Letters - October 10, 2016

The classic Yes Minister line-up (from left) Paul Eddington, Nigel Hawthorne and Derek Fowlds
The classic Yes Minister line-up (from left) Paul Eddington, Nigel Hawthorne and Derek Fowlds
Have your say


First impressions matter to tourists

I see that the promenade is changing for the better with some of the once neglected hotels tidying up their premises and some of the eyesore signage being removed. The Illuminations have added attractions, with superior lighting giving a fresh new feel and added wow factor.

Festival House has its Tourism Centre boldly displayed and illuminated at night, and there seems to be an upward movement in improving the holiday maker’s experience of our town. But one major thing disappoints, and that is the gateway to Blackpool – the roundabout at the end of the M55 motorway (the missing Helter-Skelter Roundabout, the sculpture erected there in 1995, which was removed).

This roundabout is the first advertisement of Blackpool as you arrive by car or coach, and really needs addressing as it is a chance to showcase the beginning of the Blackpool experience. It needs colour and a bright aspect to match the holiday maker’s expectancy.

Look to Morecambe’s roundabouts and other seaside towns which capture the spirit of the tourist attractions. Please Blackpool, tourism is our industry let it shine out from the start with a wow first impression!

Shirley Matthews

Primrose Avenue

South Shore


Why ban the gluten free prescriptions?

I was shocked to read the article in the Gazette that gluten free prescriptions are to be banned, according to the local clinical commissioning group. Public opinion clearly ignored given 60 per cent of sufferers responding to the CCG disagreed with the chosen option.

Even more unforgiving was the out of touch with reality comment ‘shop bought items are still affordable’ suggested by Dr Tony Naughton. I have only recently been diagnosed with coeliac disease and the option of prescription gluten free items was put to me as important by hospital staff. I also have chronic kidney disease and am registered partially sighted and consider Dr Naughton’s comments an insult to those with coeliac disease.

He should address public opinion as health professional with more sensitivity and respect for financial and health circumstance – gluten free products are expensive but obviously not to him.

Ian Hargreaves

Blackpool Road North

St Annes


Who’s he? And him? And what about her?

I don’t know whether it is old age or falling standards, but every time I switch on the TV to another line-up of “media stars” and “celebs”, I haven’t a clue who any of them are.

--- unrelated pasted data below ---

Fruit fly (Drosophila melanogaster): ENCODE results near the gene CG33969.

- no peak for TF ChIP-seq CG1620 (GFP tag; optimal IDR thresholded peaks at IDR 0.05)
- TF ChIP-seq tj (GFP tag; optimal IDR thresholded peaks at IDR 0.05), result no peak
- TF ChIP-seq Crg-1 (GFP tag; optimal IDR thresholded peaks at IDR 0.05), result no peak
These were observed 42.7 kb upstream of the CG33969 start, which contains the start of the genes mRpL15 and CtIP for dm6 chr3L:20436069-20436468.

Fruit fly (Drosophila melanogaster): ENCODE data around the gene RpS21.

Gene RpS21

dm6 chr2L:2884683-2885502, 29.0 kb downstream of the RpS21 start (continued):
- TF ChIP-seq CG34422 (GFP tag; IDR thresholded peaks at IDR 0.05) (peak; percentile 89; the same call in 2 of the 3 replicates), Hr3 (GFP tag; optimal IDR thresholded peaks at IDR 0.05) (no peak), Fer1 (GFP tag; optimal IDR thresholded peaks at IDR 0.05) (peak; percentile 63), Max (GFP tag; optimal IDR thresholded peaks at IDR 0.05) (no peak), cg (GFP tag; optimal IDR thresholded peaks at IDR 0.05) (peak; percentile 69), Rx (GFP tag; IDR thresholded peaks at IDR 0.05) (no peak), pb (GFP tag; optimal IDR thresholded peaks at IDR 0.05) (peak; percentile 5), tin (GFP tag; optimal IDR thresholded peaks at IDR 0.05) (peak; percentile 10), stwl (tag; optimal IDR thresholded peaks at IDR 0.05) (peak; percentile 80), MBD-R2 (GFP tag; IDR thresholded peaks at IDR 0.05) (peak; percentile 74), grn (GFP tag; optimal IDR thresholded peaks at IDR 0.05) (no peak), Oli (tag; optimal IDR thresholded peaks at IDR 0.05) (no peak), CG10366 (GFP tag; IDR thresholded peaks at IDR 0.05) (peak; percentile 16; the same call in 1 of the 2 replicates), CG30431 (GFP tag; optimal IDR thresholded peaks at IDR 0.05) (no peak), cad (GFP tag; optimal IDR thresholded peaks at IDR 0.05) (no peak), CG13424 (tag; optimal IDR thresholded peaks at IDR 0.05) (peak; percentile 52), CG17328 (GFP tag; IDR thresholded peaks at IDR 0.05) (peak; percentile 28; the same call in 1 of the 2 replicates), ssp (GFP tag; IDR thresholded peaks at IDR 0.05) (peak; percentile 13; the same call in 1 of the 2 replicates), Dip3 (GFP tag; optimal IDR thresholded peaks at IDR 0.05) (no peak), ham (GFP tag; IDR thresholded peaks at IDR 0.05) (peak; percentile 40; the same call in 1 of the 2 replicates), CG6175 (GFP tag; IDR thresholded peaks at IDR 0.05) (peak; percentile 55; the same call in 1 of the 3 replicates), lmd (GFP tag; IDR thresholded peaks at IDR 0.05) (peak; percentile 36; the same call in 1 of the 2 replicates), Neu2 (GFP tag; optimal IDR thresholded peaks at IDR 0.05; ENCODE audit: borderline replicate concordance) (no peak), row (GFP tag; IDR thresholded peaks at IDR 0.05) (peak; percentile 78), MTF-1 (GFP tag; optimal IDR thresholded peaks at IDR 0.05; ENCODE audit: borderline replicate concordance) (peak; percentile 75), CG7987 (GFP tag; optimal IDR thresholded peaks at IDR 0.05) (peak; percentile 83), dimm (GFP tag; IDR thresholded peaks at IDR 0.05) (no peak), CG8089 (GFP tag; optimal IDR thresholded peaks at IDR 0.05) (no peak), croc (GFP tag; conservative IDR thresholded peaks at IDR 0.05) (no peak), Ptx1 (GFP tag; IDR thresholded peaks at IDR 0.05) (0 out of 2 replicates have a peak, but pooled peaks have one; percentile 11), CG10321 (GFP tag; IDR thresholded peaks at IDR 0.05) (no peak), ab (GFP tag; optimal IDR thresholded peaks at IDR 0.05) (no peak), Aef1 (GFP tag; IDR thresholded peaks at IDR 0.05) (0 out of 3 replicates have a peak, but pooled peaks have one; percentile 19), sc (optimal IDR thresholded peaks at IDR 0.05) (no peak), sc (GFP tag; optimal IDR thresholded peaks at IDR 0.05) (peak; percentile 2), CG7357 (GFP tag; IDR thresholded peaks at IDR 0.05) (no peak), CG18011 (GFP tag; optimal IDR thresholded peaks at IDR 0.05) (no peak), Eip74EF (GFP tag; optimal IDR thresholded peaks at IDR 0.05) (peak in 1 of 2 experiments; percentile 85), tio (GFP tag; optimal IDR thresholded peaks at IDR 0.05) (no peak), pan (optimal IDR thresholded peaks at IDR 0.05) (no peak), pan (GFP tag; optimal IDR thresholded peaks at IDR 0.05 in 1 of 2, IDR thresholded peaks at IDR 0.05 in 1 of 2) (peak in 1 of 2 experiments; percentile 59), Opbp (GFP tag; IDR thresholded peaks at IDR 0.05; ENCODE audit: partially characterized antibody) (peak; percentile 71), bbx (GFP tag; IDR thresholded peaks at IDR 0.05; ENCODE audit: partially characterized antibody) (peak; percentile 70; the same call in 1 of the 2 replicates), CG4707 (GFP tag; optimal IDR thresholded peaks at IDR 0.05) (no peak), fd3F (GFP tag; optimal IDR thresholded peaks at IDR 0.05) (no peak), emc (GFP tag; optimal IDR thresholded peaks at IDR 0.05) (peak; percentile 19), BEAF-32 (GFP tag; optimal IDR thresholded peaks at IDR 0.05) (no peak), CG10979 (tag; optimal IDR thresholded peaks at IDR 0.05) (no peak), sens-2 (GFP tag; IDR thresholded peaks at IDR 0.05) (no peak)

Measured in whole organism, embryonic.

Anyone got a good book?

Alan Thompson

via email


Keep your cat inside on the darker nights

Now the darker nights are here, may I appeal to cat owners to please keep your cat indoors after dark.

Cats that go out in the dark are more likely to be hit with a car, get into cat fights resulting in either infected scratches or abscesses and run the risk of catching cat flu, all of which will need veterinary treatment.

They can also be driven miles from home and become lost and homeless after curling up unseen in a motor vehicle.

Cats love warmth, so it isn’t difficult to encourage them to stay indoors where they are safe from danger and never put them out when you go to bed - that’s very cruel!

Josephine Harwood

Moor Park Avenue



Tories are fertile ground for comedy

I write regarding Jayne Dawson’s column headlined ‘A Blue on Blue attack is something to behold’ (Saturday Slant, Gazette, October 1).

What a great television comedy this article could be a basis for.

Yes Minister was a great success years ago. This article by Jayne reminded me of it.

Her characterisation is hilarious. Her view is spot on about Theresa May’s Tory party and its ministers.

Kevin Gooder

Clinton Avenue



Parents should turn off their screens

A few months ago, the Daily Telegraph published an article in which it stated that when youngsters leave primary school, some lack essential social skills.

This afternoon, I can understand why, because I have lost count of the number of parents I have seen who were more concerned about their mobile phones or tablets than speaking to their child.

As I was walking to the library just now, I saw a father on his tablet apparently more interested in what was on his ‘computer’ than for the well-being of his children!

I know it may seem ‘OTT’, but if a parent is not interested in the welfare of their off-spring – then what would happen if the court suddenly made the children wards of court?

That would certainly raise a few eyebrows – would it not ?

I have lost count at the number of times I have seen this happen, so I have decided to comment, hoping that I may prick their conscience into looking after their children, which is a social, moral obligation and a legal requirement ? Norman Tomlinson

via email